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the whole social and political order in which man is placed has grown. The duties which arise in that society are permanent; there is no period at which they are ended.
Herein the marriage relation is distinguished from all other. The relations of concubinage terminate with the indulgence of appetites, and the license of the senses; it has no design of forming a family, or perpetuating the existence of the members; it has no moral aim, nor does it tend to any moral result. Polygamous connections have aims more favorable to man and to society than promiscuous and licentious connections. They do not permit the formation of the family.
The wife is degraded, but not to the degree of a concubine. Children have a knowledge of their father, but never the fullness of paternal care and providence.
The husband and father is a lord and master, holding captive, for his gratification, a crowd of beings that he must feel to be his inferiors, and who are by him made so.
The Christian marriage, blessed in its formation, permanent in its existence, consecrated in its aims and objects, establishes relations between the members of the family that are just and equal. The wife and mother and children, under the benign principles which sustain marriage, have been gradually improving in their condition. The exorbitant powers allowed to husbands, the authority conceded to parents over children, given not, in the end, for promoting their happiness and elevating their characters, but to gratify pride or a love for dominion, have been withdrawn. The control of the parent is a trust, and it is limited to the necessities which this trust creates. The equal rights, the reciprocal duties of husband and wife, duly acknowledged, give new impulses to civilization, and a better constitution to society.
In the domestic order, the sources of all the progress of modern time may be discovered.
The laxity of idea, which was devoloped in the French revolution, has found its greatest diffusion through the legislation of the United States upon the subject of marriage and divorce.
The hereditary ideas, which centuries of use had established as true, could not be uprooted in Europe even by the violence of the revolutionary tornado. The European codes universally contain provisions for the celebration of marriage publicly, and after a previous notice, at the domicil of one of the parties, by a person legally authorized. They require the consent of parents as a condition, where the parties are minors, and a respectful request to the parents, for consent, even after the age of maturity is attained. The evidence of a fact of a marriage is carefully preserved in public registers. Measures are taken to secure families from the scandal and disgrace of clandestine or hasty union. Great Britain has removed that fountain of bitter waters—the Gretna Green marriage—from her manners, and no State in Europe furnishes a parallel to it.
The Legislation of the United States, upon the subject of marriage and divorce, amounts to an adoption of the laws of Rome, as they existed in the declining years of the republic, without any of the safeguards which their manners preserved.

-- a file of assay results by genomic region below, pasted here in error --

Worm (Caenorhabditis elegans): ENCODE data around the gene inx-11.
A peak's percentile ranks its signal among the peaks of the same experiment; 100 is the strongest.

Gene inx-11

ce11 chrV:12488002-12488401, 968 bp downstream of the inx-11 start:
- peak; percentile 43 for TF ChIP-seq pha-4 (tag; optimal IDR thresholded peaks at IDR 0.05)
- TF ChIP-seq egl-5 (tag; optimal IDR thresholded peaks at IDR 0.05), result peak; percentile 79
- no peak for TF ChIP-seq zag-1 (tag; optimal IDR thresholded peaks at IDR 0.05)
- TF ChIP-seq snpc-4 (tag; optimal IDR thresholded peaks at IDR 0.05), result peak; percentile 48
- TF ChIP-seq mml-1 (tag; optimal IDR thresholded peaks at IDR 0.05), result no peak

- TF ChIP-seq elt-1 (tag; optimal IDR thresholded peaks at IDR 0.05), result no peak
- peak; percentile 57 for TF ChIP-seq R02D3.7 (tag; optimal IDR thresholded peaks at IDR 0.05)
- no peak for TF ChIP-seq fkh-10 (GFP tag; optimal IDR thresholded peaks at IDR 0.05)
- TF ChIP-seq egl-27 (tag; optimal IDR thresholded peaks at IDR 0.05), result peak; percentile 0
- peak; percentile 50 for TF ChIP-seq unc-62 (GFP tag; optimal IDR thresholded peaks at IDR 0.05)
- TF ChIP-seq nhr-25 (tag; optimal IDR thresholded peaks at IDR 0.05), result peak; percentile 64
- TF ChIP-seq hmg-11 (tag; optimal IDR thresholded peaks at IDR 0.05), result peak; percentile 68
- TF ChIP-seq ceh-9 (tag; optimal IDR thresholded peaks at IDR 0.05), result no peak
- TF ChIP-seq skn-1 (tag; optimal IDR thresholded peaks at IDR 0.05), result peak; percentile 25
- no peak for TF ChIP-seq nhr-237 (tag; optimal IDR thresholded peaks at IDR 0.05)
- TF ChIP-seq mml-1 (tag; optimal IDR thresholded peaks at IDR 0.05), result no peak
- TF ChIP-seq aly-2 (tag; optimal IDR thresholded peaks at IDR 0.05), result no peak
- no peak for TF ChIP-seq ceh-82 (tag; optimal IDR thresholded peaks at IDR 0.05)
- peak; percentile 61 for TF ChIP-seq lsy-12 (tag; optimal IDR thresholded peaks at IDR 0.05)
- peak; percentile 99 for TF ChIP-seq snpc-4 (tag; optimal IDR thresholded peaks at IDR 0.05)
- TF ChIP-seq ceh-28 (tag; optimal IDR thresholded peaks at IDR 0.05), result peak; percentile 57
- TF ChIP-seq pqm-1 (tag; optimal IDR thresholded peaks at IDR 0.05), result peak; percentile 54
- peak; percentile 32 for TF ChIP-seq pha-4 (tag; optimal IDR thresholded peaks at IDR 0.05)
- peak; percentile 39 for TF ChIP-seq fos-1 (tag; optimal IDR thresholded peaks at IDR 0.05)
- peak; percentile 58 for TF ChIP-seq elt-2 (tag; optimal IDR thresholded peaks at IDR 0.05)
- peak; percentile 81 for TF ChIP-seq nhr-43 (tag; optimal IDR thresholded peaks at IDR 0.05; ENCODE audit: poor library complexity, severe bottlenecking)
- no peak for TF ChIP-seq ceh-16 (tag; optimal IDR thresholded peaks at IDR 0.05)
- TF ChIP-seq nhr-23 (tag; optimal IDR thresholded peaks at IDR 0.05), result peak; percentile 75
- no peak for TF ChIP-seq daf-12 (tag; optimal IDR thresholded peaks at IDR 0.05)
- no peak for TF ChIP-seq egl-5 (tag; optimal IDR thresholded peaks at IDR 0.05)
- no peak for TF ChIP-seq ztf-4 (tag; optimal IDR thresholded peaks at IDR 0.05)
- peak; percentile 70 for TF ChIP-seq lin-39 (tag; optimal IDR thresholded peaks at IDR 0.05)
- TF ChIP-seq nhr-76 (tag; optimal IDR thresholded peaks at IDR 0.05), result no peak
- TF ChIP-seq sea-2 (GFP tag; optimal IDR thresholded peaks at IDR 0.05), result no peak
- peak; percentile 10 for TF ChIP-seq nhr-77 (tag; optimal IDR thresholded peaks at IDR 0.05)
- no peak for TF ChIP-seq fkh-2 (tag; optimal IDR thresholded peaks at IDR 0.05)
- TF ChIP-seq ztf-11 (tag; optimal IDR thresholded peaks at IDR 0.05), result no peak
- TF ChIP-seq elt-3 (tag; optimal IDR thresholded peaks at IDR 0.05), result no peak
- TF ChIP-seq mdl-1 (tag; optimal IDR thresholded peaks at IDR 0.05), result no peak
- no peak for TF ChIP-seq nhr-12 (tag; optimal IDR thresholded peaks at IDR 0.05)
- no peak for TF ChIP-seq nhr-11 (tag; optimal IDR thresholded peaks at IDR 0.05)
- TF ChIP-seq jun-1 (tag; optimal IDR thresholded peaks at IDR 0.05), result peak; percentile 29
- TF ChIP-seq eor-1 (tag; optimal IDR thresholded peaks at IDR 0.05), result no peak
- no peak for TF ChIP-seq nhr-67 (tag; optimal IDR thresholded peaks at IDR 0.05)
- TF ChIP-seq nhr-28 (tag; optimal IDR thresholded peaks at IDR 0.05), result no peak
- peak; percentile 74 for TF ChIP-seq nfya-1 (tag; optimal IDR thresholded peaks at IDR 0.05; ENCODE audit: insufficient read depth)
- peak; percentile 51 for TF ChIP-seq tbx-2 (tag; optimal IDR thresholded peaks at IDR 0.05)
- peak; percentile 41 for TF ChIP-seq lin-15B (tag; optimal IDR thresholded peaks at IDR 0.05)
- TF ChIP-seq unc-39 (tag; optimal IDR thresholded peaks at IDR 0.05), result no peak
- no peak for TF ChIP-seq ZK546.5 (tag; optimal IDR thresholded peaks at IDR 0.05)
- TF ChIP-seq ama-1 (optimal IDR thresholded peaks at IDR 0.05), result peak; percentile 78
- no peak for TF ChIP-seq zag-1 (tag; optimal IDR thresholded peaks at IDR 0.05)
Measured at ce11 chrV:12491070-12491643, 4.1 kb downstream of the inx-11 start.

The paternal power, though recognised in most of our laws, is maintained with firmness and rigor in none. The decree of the National Assembly of France, of 1792, provided that marriages formed without the consent of parents, by minors, were null. The interposition of legal authority in the celebration of the marriage is established; but, in many of our States, it is not essential to its validity. Therefore, questions have arisen in the courts as to the factum of marriages, and facilities are afforded for the hasty, ill-advised runaway marriages, which have carried misery into so many families.
There is no subject which more requires an intelligent and enlightened statesmanship than this. The separation, in the the United States, of the Church from the State, does not involve the banishment of Christianity from our civil or domestic order. Our legislation should be habitually directed under its guiding influence, and no condition opposed to it should be tolerated.
The consequence of our loose notions on this subject of marriage-notions which must ultimately lead to the most loose practices—is found in the tolerance of the plan of forming a separate State of Utah, and permitting it to become a part of this Union; and the additional fact that its beastly order is viewed without repugnance or disgust!
The laws cannot enforce all that religion commands; but the laws ought not to encourage what religion condemns. The accord of the civil laws with religious convictions, forms the strength of the State—the security of society—the perfection of laws! The separation of the civil order from its religious basis must end in the complete overthrow of one or the other, or both.
Our purpose has been to show that we have fallen behind the European States in our legislation on this subject, and that the claims of religion, morality and sound policy, demand a total change in the principles of our laws. We cannot act in the matter too soon. We cannot too soon set to work to repair these breaches in our social morals, which, suffered to increase, will, not more certainly than rapidly, incur for us all the dangers of other States which have fallen into like social looseness. It is not possible to measure, or even to conceive, the thousand dangers to a people, which flow necessarily from a deficient domestic discipline and morality. The national moral depends, in brief, upon the moral of the family, and the decay and overthrow of the one is almost always to be first indicated by the corruption of the other. When the wife ceases to be a sacred thing, whose robe even should be secure from profane touch, the whole framework of the social temple is about to fall to pieces. .